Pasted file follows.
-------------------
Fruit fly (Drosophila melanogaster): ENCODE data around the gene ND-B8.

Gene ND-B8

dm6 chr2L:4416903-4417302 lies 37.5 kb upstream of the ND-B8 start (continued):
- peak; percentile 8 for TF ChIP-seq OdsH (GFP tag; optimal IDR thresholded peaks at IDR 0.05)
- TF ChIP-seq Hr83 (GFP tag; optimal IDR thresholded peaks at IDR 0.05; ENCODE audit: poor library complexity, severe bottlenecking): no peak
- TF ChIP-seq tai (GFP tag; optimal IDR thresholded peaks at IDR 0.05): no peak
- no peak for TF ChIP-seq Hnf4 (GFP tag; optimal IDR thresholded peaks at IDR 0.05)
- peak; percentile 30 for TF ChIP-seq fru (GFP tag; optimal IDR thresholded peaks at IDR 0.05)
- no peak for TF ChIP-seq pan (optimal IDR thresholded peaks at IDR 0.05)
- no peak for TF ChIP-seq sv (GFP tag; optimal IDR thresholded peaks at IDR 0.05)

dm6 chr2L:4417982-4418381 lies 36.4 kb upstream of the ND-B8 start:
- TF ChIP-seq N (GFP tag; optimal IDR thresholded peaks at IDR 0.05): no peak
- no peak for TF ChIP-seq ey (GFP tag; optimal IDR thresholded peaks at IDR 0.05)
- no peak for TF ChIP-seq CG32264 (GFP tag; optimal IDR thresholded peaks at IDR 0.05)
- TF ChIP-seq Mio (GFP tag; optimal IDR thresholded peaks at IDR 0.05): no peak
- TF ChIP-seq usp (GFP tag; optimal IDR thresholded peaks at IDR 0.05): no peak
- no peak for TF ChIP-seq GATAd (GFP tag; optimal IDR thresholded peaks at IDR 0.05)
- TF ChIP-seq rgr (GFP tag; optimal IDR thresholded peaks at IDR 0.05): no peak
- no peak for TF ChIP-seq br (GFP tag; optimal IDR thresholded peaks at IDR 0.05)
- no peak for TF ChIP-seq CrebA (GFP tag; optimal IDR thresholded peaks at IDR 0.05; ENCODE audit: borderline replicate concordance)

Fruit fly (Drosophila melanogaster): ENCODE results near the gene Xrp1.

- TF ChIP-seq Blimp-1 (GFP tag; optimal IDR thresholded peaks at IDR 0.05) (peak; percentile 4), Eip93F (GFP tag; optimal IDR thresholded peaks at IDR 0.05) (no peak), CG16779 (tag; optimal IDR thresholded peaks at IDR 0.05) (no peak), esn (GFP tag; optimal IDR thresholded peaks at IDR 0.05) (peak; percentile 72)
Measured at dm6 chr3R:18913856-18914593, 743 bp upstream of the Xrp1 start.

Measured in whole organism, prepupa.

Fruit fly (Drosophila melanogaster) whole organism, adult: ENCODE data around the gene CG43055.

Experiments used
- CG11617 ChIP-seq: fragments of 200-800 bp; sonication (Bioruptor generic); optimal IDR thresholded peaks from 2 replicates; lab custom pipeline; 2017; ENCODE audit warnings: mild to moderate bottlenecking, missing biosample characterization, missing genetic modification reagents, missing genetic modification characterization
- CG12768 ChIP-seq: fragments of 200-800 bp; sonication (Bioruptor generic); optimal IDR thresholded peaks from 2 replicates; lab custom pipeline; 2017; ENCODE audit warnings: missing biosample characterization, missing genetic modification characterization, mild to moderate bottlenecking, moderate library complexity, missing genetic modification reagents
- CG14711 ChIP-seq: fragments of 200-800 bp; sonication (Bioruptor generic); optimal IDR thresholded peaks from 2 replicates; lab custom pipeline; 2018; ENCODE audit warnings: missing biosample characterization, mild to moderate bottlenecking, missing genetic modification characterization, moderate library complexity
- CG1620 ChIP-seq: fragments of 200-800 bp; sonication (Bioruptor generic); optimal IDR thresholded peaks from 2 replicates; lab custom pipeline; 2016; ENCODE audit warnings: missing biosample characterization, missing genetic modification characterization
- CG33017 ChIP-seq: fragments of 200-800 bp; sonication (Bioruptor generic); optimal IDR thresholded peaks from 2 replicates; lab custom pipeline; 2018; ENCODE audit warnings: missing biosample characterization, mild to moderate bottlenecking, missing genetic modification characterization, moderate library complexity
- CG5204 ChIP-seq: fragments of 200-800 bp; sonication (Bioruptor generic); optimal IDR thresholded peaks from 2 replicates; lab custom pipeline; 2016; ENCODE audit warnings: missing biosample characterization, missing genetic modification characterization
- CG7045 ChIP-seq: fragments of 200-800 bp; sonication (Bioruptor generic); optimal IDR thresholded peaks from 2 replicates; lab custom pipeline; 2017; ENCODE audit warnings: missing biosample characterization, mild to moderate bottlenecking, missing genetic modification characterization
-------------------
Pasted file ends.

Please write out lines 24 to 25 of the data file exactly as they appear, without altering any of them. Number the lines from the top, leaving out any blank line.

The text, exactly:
Measured in whole organism, prepupa.

Fruit fly (Drosophila melanogaster) whole organism, adult: ENCODE data around the gene CG43055.